Stow, John (DNB00)

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STOW, JOHN (1525?–1605), chronicler and antiquary, was born about 1525 in the parish of St. Michael, Cornhill, London, of which his father and grandfather were parishioners (cf. Aubrey, Lives, ii. 541). Thomas Cromwell deprived his father by force of a part of the garden of his house in Throgmorton Street (cf. Survey, ed. Thoms, p. 67). He describes himself in his youth as fetching milk ‘hot from the kine’ from a farm in the Minories. In early life he followed the trade of a tailor, which was doubtless his father's occupation. In 1544 a false charge, which is not defined, was brought against him by a priest, and he had the satisfaction of convicting his accuser of perjury in the Star-chamber (Strype). On 25 Nov. 1547 he was admitted to the freedom of the Merchant Taylors' Company, but was never called into the livery nor held any office (Clode, Hist. of Merchant Taylors' Company, p. 183). In 1549 he was living near the well in Aldgate, between Leadenhall Street and Fenchurch Street, and there witnessed the execution in front of his house of the bailiff of Romford, who seems to have been judicially murdered as a reputed rebel. Soon afterwards Stow removed to Lime Street ward, where he resided till his death.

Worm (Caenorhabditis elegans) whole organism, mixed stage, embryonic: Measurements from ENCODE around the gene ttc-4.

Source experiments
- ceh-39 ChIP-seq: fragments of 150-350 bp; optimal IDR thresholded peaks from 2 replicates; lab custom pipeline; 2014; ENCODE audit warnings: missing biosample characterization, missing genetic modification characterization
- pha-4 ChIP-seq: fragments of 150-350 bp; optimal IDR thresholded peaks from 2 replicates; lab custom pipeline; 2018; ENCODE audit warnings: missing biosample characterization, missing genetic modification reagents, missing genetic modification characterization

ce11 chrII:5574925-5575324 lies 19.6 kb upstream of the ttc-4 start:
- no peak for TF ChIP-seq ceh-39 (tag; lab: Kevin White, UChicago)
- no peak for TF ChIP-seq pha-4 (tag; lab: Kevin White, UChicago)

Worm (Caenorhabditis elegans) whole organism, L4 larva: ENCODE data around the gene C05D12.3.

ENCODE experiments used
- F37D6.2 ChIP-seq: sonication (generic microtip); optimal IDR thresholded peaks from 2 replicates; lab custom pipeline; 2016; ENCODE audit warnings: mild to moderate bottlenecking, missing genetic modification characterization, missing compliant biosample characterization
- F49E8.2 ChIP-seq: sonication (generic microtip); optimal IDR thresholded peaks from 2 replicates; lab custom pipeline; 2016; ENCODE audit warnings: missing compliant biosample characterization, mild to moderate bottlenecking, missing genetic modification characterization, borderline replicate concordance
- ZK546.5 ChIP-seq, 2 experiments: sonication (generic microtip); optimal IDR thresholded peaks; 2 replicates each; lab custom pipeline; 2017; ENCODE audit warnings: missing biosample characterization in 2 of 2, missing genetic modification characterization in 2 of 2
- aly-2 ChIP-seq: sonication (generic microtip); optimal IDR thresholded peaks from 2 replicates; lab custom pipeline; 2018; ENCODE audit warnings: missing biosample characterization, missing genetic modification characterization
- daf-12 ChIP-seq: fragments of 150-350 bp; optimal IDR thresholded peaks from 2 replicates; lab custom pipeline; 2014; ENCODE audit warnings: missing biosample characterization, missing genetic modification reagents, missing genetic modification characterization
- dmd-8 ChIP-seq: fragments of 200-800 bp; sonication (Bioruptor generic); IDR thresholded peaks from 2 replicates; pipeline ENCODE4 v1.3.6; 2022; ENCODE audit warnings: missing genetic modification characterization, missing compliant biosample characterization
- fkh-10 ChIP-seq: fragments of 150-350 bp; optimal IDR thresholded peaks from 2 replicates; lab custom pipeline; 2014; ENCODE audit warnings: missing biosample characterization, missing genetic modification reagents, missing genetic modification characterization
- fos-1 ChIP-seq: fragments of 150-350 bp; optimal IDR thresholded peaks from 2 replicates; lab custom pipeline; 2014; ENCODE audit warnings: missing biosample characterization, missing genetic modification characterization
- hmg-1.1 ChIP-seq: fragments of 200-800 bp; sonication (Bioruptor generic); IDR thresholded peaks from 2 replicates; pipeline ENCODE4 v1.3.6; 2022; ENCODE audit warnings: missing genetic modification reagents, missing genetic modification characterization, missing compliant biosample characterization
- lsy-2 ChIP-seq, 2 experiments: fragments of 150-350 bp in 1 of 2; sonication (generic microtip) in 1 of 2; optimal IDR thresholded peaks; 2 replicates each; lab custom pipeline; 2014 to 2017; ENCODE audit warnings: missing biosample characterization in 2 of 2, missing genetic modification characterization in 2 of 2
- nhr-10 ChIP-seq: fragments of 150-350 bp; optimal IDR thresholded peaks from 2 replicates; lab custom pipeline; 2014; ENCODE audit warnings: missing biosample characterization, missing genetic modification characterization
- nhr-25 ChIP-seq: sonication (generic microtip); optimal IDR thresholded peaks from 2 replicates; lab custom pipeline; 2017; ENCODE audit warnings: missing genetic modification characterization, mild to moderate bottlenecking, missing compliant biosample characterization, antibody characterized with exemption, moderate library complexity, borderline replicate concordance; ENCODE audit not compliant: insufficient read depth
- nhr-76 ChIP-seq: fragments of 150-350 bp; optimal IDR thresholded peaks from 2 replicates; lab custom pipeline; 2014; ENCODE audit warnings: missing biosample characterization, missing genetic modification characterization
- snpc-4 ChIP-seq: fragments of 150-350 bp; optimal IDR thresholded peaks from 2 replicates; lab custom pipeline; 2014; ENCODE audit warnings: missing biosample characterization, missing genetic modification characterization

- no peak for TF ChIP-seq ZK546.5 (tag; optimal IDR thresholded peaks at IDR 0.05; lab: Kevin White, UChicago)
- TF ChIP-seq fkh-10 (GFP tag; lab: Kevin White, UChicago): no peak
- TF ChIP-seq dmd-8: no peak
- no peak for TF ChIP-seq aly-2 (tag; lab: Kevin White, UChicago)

Stow does not seem to have abandoned his trade altogether till near the close of his career, and he was until his death an honoured member of the Merchant Taylors' Company. But he left in middle life ‘his own peculiar gains,’ and consecrated himself ‘to the search of our famous antiquities.’ From 1560 onwards his time was mainly spent in the collection of printed books, legal and literary documents, and charters, in the transcription of ancient manuscripts, inscriptions, and the like, all dealing with English history, archæology, and literature. His zeal as a collector increased with his years, and he ultimately spent as much as 200l. annually on his library. Some time after the death, in 1573, of Reginald or Reyner Wolfe [q. v.], the projector of Holinshed's ‘Chronicles,’ Stow purchased Wolfe's collections. He came to know all the leading antiquaries of his day, including William Lambarde, Camden, and Fleetwood. He supplied manuscripts of mediæval chronicles to Archbishop Parker, who proved a stimulating patron, and he edited some of them for publication under the archbishop's direction. He joined the Society of Antiquaries formed by the archbishop, but of his contributions to the society's proceedings only a fragment on the origin of ‘sterling money’ is known to survive (Hearne, Curious Discourses, ii. 318).